Dr. Levine frequently discussed the adverse effects of prolonged bed rest. Among the possible complications were atelectasis, or a collapse of the lung lobes, predisposing the patient to pneumonia; peripheral vein phlebitis that could lead to fatal pulmonary emboli; lung congestion; prostatism; urinary retention; the thinning of bones; bed sores; frozen shoulders; and constipation. Yet so strong was the weight of tradition that Dr. Levine dared not move to reverse it, even though the harm exacted was evident. This was another illustration of medical tradition derailing healthy skepticism and impeding commonsense measures. Lacking was a categorical moral urgency among physicians, without which tradition is rarely altered.
Experience with two patients compelled me to rebel against the entrenched practice of bed rest. The first involved a man in his early fifties. Mr. J. had been a robust, hustling, successful salesman. He bragged about not having had a sick day in his life until felled by the heart attack. Though not a patient on our service, Mr. J. would call me over during morning rounds and relate his tale of woe. He conveyed a sense of itching restiveness, seemed prone to ready tears, and was markedly depressed. He beseeched me to speak to his doctor to get him out of bed. “This bed is killing me,” he moaned.
One morning, after he had been in bed continuously for about a week, we were having the same forlorn conversation. It was two weeks before Thanksgiving. By happenstance his doctor appeared. More as a plea than question, Mr. J. asked, “Will I soon be out of bed to go home for Thanksgiving?” After all these years I still recall the doctor’s abrupt and peremptory answer: “With your massive heart attack, you’ll be lucky to be home for Christmas.” Mr. J. shuddered, closed his eyes, convulsed, and died. At the time we knew nothing about cardiopulmonary resuscitation or defibrillation. The doctor mumbled as he walked away, “I was right about his prognosis.”
At about the same time, a patient of Dr. Levine’s who had had a heart attack developed intractable congestive heart failure. The usual measures — digitalis, diuretics, and oxygen — did not alleviate the breathlessness. Dr. Levine ordered the patient into a chair for two hours daily. He reasoned that gravity would shift the excess fluid from lungs to extremities. In the lungs fluid starves the body of oxygen; in the ankles it is cosmetically unattractive but harmless. Within two days after this new regimen, the patient improved remarkably and went on to recover.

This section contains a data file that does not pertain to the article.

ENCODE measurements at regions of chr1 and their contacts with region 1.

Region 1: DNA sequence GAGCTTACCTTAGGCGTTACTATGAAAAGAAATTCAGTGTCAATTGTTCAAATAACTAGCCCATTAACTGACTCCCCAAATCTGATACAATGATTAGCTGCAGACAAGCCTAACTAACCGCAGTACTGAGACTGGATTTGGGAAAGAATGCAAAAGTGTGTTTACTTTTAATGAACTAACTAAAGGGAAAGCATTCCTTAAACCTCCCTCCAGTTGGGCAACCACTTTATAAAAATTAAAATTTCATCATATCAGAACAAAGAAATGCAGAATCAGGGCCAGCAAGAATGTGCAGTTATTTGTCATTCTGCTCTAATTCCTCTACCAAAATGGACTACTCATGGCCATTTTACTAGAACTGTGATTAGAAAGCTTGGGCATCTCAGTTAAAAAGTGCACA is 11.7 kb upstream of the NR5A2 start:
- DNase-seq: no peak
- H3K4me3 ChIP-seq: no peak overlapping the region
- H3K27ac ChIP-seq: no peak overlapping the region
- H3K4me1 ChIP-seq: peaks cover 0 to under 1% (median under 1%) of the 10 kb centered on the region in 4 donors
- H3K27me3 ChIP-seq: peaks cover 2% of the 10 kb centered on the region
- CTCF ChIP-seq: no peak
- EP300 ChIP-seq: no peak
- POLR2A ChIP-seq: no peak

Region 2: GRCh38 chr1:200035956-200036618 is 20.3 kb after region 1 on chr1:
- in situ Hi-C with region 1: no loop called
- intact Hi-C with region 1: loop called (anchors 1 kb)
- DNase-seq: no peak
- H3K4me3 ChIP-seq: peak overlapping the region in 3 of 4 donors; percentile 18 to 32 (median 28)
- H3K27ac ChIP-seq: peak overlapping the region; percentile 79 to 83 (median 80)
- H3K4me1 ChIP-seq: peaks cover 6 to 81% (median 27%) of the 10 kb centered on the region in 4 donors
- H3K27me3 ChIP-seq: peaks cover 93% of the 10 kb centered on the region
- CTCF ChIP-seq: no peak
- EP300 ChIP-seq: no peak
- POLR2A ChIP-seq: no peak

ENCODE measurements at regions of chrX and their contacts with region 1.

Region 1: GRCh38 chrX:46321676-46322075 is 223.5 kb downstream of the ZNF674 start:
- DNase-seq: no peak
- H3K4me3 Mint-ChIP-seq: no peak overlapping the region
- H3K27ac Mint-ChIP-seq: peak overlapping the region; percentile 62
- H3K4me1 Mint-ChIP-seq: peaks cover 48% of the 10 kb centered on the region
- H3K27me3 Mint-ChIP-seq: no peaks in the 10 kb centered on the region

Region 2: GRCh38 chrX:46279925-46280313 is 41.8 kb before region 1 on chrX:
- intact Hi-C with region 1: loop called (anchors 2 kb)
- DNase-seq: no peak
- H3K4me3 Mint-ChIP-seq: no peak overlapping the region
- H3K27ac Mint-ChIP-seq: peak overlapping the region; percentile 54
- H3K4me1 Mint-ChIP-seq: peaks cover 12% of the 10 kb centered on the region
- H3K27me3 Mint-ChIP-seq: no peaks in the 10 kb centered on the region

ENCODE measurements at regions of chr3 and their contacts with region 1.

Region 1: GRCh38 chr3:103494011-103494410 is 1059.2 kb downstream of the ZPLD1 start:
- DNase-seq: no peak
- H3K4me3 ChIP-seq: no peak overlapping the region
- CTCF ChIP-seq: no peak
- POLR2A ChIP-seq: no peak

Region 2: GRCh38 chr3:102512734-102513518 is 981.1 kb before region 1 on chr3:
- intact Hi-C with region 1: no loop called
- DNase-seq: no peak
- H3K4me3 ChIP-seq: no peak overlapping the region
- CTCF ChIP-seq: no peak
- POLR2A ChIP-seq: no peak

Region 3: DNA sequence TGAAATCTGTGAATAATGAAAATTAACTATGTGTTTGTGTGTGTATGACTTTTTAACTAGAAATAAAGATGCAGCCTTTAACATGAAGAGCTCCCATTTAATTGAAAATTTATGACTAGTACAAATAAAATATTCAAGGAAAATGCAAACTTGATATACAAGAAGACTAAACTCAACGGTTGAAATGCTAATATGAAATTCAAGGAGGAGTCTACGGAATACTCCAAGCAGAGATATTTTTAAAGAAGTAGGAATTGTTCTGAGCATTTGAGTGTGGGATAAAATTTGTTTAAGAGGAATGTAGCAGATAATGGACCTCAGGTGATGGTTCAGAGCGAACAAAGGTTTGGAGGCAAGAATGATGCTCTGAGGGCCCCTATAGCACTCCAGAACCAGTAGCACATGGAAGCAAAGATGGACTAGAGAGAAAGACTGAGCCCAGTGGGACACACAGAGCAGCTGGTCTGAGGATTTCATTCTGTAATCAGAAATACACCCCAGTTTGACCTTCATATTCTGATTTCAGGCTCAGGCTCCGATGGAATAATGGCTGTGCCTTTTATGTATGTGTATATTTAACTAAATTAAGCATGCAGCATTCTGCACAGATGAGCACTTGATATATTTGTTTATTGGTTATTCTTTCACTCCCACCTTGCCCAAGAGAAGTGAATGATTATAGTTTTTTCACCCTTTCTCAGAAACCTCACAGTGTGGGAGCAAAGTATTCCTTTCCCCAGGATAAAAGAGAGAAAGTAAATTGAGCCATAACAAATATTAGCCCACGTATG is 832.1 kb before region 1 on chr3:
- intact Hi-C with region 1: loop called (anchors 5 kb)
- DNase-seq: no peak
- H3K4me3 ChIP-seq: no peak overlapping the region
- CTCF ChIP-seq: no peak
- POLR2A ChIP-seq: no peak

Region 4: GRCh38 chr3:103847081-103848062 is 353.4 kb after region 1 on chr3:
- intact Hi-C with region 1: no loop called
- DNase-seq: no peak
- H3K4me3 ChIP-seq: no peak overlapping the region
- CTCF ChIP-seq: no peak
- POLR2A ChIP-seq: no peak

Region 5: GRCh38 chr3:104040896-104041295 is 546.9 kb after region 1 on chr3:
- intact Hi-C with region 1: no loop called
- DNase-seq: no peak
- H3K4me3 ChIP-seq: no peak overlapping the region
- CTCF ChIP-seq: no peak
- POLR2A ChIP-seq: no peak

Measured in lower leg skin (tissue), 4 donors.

Dr. Levine felt his theory confirmed, though I was not persuaded. In the first place, it was unlikely that gravity could have been effective when the patient spent the majority of time in bed. Other factors must have operated, since his improvement was almost immediate after he sat up in a chair. Most decisively, he did not develop pitting edema in the ankles. When the patient was pressed for an explanation for his turnabout, he answered, “For the first time, I knew I would survive.” The remarkable change in his demeanor confirmed a renewed hold on life. His voice stopped wavering, dropping off at midsentence; his conversation was no longer self-pitying; and his despondent facial expression was replaced by a ready smile.
These two experiences undermined my belief in bed rest as an appropriate treatment for heart attack victims. In fact, I agreed with the proverbial Martian visitor. We were torturing patients. In the words of the American theologian Reinhold Niebuhr, “We mean well and do ill, and justify our ill-doing by our well-meaning.” Such justification inhibits a recognition and an acknowledgment of misdeeds. Observing a sudden unnecessary death as well as a seemingly miraculous recovery clinched my resolve to undertake a study that would clarify the merits, if any, of enforced bed rest.
I suggested to Dr. Levine that we investigate whether treating heart attack patients in a chair altered their prognosis. Each of his newly admitted patients with an acute heart attack would be given the option to spend increasing amounts of time in a chair daily. This was to be carried out on all newly hospitalized patients on his service. Dr. Levine agreed with this protocol.